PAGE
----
“Good guy/bad guy narratives might not possess any moral sophistication, but they do promote social stability, and they’re useful for getting people to sign up for armies and fight in wars with other nations. Their values feel like morality, and the association with folklore and mythology lends them a patina of legitimacy, but still, they don’t arise from a moral vision. They are rooted instead in a political vision, which is why they don’t help us deliberate, or think more deeply about the meanings of our actions. Like the original Grimm stories, they’re a political tool designed to bind nations together.” [c/o LinkMachineGo] #link
1916 is when independence was declared. When was it achieved? Arguably, as a society, we’re not quite there yet. I think back to history class in school, reading about how Irish unionists dismissed Parnell with the slogan ‘Home rule is Rome rule’; sectarianism aside, they were right. #link
Here’s a damning indictment of the smug, self-absorbed, ignorant parasitism of libertarian ideology as professed by the odious likes of Peter Thiel, Elon Musk et al. It’s a tad overwritten (self-indulgent meta-analysis and all) but worth the read nonetheless. #link
Here's a good breakdown of tomorrow’s Greatest Royal Rumble (a glorified house show, no matter what people will try to tell me) and what it means, politically speaking. It’s no apologia for ‘cultural differences’, as if that’s some organic social contract and oppression of women and minority groups isn’t a top-down strategy for control. #link
This article really bothers me, and I think it’s mostly to do with couching the movement to repeal the 8th Amendment in terms of ‘debate’ as suits the No side, which in the case of this campaign should be taken in the competitive sense: an art of persuasion, irrespective of facts.
The author, Colleen Brady, writes: “At the minute I feel as though there is no unbiased information readily available for the public. From where I am looking, the information available to people is either swayed one way or another.”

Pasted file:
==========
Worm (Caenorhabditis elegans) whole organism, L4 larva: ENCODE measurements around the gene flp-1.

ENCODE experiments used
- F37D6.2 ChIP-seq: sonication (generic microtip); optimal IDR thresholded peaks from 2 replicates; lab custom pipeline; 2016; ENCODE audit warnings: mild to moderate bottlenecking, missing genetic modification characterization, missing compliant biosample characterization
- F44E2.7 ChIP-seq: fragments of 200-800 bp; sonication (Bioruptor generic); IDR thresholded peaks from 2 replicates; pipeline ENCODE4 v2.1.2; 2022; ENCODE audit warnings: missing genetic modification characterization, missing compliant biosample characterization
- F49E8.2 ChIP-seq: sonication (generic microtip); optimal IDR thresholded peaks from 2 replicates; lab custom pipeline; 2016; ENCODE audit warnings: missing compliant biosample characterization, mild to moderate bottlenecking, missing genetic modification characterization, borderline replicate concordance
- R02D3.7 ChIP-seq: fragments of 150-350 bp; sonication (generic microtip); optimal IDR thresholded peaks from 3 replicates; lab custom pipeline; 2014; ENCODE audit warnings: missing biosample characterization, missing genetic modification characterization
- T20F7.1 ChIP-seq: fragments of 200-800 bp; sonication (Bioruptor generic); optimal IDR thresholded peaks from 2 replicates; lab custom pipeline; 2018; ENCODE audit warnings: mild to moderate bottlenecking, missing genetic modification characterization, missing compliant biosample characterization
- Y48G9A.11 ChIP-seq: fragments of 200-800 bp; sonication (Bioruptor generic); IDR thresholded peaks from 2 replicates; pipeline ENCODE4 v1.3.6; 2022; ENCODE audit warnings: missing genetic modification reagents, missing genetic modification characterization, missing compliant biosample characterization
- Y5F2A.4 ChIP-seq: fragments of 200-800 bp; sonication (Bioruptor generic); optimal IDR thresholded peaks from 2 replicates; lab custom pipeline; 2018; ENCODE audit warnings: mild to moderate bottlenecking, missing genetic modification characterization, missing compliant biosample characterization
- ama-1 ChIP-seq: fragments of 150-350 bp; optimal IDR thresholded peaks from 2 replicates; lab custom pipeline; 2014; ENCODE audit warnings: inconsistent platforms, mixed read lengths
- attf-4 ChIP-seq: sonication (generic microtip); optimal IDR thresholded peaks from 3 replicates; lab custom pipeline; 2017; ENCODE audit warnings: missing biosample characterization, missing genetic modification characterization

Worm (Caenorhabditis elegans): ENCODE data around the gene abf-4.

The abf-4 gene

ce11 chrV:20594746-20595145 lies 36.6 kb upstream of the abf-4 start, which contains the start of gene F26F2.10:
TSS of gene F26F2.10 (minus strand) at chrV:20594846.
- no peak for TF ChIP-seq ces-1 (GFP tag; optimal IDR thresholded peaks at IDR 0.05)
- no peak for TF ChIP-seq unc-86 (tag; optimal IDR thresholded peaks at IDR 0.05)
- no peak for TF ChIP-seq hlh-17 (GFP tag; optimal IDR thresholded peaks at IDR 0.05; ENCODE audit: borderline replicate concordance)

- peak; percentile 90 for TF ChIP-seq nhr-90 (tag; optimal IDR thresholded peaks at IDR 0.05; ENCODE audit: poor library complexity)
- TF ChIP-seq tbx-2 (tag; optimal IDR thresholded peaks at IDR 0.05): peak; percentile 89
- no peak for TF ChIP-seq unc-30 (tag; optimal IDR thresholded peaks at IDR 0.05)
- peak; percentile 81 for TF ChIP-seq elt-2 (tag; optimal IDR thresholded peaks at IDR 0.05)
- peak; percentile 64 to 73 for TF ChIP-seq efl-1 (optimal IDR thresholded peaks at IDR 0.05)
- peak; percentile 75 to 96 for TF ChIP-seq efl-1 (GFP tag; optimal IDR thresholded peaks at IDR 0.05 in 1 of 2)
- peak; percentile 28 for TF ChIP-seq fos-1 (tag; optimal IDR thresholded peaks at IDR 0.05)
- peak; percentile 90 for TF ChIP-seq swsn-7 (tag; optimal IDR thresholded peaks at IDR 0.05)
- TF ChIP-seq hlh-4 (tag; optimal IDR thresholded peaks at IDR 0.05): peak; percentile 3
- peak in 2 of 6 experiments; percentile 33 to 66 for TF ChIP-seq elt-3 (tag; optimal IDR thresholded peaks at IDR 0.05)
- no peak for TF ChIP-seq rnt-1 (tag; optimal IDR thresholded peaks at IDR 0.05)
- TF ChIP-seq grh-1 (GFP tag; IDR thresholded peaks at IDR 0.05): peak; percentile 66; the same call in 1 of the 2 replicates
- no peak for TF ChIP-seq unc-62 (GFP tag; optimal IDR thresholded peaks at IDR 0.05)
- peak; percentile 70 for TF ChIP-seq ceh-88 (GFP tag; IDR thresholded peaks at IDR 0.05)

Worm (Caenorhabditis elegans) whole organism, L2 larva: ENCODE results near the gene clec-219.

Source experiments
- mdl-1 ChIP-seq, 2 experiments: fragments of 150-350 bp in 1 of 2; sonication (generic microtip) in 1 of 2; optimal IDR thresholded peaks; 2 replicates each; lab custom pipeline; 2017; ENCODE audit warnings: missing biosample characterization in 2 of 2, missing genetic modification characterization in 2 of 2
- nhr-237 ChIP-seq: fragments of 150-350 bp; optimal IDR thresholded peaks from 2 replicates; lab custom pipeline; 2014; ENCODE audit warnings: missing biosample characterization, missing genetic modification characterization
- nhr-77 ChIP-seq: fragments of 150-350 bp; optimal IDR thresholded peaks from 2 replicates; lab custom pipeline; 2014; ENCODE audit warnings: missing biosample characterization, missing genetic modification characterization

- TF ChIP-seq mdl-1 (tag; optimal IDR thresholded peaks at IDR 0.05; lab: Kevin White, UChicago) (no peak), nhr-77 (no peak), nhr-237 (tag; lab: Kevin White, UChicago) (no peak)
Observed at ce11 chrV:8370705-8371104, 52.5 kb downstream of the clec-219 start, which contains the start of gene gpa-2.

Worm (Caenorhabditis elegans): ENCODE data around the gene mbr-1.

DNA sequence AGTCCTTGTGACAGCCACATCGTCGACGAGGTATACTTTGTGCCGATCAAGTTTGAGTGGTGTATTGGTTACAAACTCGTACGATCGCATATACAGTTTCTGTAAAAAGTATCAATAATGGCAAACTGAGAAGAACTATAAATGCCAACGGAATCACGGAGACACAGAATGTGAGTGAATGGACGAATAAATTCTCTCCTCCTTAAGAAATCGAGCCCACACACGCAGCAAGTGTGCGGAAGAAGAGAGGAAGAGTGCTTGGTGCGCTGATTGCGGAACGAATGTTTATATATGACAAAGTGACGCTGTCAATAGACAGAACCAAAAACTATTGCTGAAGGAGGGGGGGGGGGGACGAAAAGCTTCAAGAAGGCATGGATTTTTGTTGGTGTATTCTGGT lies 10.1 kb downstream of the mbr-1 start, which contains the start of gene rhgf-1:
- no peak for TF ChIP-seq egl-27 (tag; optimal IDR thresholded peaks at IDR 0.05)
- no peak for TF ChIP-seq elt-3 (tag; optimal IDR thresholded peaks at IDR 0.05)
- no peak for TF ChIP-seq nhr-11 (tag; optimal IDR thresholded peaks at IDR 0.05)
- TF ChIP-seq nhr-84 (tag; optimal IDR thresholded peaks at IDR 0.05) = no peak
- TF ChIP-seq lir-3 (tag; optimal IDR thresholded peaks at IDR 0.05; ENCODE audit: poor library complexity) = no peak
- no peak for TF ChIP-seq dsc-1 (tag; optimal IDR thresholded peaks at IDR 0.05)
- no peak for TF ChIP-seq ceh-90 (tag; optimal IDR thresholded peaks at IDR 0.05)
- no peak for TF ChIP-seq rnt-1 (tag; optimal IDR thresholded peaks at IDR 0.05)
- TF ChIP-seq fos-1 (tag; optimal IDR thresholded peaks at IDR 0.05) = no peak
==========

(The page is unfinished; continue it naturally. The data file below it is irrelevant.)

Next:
The thing is, this isn’t the Lisbon Treaty. It’s a healthcare issue, it’s a social issue, an awkward negotiation of complex needs. Looking for some kind of elusive, singular ‘objectivity’ is a fool’s errand. There are facts about particular aspects, and there are lies and untruths about same, and that’s all we can deal with. More…
Almost as soon as it went up again, the Maser ‘Repeal’ mural must come down for a second time. But in true arts centre fashion, they will be making a live installation of its removal this coming Monday. #link
“[Sensitivity] to the experiences of racial, cultural, sexual, and gender identities besides one’s own, and [being] attuned to the injustices that shape our world” is the best definition I’ve seen for the concept of ‘woke’, and this is a good essay about the related societal shift. It is ironic, though, that this article has since been affected by the very shifts it examines; that section about Aziz Ansari’s Master of None doesn’t sit too comfortably today next to the excoriation of Louis CK. #link
And a fair point, too. The 8th doesn't recognise a natural 'right'; it creates and enshrines recognition of a social construct, flying in the face of best medical practice. But in a country where only arseholes tend to be litigious (or can afford to be), RTÉ may not be particularly worried about offending people who can't or won't sue them. #link